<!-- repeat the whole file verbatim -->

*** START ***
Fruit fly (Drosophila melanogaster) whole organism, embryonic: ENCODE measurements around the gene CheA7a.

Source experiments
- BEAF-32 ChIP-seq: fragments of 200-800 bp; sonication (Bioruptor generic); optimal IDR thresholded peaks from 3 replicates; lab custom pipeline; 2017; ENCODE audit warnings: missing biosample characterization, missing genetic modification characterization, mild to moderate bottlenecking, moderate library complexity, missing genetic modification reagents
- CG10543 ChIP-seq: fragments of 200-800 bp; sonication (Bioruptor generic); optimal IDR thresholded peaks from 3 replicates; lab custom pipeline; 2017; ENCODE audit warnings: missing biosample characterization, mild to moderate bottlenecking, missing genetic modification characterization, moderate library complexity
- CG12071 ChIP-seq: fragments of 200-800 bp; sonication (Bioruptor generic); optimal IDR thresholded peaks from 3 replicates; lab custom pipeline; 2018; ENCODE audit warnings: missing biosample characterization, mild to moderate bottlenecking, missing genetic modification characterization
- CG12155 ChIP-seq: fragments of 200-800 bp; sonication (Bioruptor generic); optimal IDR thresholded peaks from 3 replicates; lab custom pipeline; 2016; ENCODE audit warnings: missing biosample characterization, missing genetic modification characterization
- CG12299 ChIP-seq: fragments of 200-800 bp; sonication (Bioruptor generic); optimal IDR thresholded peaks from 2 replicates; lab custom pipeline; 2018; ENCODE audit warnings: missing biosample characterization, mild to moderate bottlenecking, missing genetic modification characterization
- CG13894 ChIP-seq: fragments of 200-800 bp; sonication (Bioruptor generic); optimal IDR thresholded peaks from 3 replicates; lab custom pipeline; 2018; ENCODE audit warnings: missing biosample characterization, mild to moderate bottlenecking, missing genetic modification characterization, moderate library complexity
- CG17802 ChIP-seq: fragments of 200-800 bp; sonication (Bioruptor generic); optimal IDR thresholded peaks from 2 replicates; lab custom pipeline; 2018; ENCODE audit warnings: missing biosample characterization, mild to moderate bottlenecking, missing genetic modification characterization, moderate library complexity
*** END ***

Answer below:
Fruit fly (Drosophila melanogaster) whole organism, embryonic: ENCODE measurements around the gene CheA7a.

Source experiments
- BEAF-32 ChIP-seq: fragments of 200-800 bp; sonication (Bioruptor generic); optimal IDR thresholded peaks from 3 replicates; lab custom pipeline; 2017; ENCODE audit warnings: missing biosample characterization, missing genetic modification characterization, mild to moderate bottlenecking, moderate library complexity, missing genetic modification reagents
- CG10543 ChIP-seq: fragments of 200-800 bp; sonication (Bioruptor generic); optimal IDR thresholded peaks from 3 replicates; lab custom pipeline; 2017; ENCODE audit warnings: missing biosample characterization, mild to moderate bottlenecking, missing genetic modification characterization, moderate library complexity
- CG12071 ChIP-seq: fragments of 200-800 bp; sonication (Bioruptor generic); optimal IDR thresholded peaks from 3 replicates; lab custom pipeline; 2018; ENCODE audit warnings: missing biosample characterization, mild to moderate bottlenecking, missing genetic modification characterization
- CG12155 ChIP-seq: fragments of 200-800 bp; sonication (Bioruptor generic); optimal IDR thresholded peaks from 3 replicates; lab custom pipeline; 2016; ENCODE audit warnings: missing biosample characterization, missing genetic modification characterization
- CG12299 ChIP-seq: fragments of 200-800 bp; sonication (Bioruptor generic); optimal IDR thresholded peaks from 2 replicates; lab custom pipeline; 2018; ENCODE audit warnings: missing biosample characterization, mild to moderate bottlenecking, missing genetic modification characterization
- CG13894 ChIP-seq: fragments of 200-800 bp; sonication (Bioruptor generic); optimal IDR thresholded peaks from 3 replicates; lab custom pipeline; 2018; ENCODE audit warnings: missing biosample characterization, mild to moderate bottlenecking, missing genetic modification characterization, moderate library complexity
- CG17802 ChIP-seq: fragments of 200-800 bp; sonication (Bioruptor generic); optimal IDR thresholded peaks from 2 replicates; lab custom pipeline; 2018; ENCODE audit warnings: missing biosample characterization, mild to moderate bottlenecking, missing genetic modification characterization, moderate library complexity